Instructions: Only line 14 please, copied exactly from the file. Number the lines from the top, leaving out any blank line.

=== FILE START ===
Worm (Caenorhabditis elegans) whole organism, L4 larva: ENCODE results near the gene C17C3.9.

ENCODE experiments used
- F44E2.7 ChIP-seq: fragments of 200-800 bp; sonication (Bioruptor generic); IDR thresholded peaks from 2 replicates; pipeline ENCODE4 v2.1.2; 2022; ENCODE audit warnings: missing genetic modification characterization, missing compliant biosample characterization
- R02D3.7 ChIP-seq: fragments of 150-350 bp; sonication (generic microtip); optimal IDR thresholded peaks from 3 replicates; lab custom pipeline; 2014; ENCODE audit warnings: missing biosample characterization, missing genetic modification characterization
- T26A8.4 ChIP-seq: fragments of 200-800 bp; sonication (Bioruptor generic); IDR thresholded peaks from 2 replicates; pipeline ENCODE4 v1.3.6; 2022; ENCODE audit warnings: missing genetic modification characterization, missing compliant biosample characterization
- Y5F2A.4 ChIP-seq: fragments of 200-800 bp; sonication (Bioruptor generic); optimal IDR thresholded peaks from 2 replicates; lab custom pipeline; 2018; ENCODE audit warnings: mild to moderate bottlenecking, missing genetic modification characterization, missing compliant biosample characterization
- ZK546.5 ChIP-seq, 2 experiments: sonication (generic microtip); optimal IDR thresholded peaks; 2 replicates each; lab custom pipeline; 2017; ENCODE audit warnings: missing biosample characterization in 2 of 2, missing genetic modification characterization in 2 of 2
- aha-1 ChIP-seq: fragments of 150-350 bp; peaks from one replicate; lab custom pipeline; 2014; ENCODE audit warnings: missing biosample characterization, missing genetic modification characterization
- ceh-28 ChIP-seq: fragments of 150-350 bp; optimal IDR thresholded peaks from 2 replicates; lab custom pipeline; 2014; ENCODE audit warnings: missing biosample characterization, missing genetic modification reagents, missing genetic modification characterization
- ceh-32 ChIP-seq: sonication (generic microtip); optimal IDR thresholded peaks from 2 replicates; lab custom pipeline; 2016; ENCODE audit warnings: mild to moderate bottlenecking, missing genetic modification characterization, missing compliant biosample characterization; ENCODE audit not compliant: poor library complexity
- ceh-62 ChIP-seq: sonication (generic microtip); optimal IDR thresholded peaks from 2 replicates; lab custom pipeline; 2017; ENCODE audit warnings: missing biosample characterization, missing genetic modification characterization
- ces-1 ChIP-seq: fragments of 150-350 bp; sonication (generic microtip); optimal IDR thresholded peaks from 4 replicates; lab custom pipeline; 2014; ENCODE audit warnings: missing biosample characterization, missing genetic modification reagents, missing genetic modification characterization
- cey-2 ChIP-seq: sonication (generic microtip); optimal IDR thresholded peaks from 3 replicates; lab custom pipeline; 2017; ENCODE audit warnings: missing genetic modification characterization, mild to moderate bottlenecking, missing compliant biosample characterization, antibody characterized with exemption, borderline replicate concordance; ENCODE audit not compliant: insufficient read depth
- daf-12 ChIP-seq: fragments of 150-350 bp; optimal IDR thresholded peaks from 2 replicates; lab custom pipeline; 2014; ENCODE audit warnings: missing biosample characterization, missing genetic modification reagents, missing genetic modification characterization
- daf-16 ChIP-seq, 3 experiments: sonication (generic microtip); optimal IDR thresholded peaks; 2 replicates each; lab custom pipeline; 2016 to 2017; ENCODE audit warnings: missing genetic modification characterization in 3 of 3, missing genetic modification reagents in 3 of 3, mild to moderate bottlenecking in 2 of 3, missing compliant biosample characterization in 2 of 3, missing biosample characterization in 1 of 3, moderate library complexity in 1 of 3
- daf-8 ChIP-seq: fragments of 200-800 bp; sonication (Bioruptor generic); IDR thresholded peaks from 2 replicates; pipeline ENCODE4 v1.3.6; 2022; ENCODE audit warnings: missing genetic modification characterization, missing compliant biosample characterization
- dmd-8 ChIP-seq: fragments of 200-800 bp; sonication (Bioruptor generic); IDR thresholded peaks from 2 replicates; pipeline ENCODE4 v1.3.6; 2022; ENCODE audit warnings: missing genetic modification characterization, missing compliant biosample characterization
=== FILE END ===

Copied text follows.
- daf-12 ChIP-seq: fragments of 150-350 bp; optimal IDR thresholded peaks from 2 replicates; lab custom pipeline; 2014; ENCODE audit warnings: missing biosample characterization, missing genetic modification reagents, missing genetic modification characterization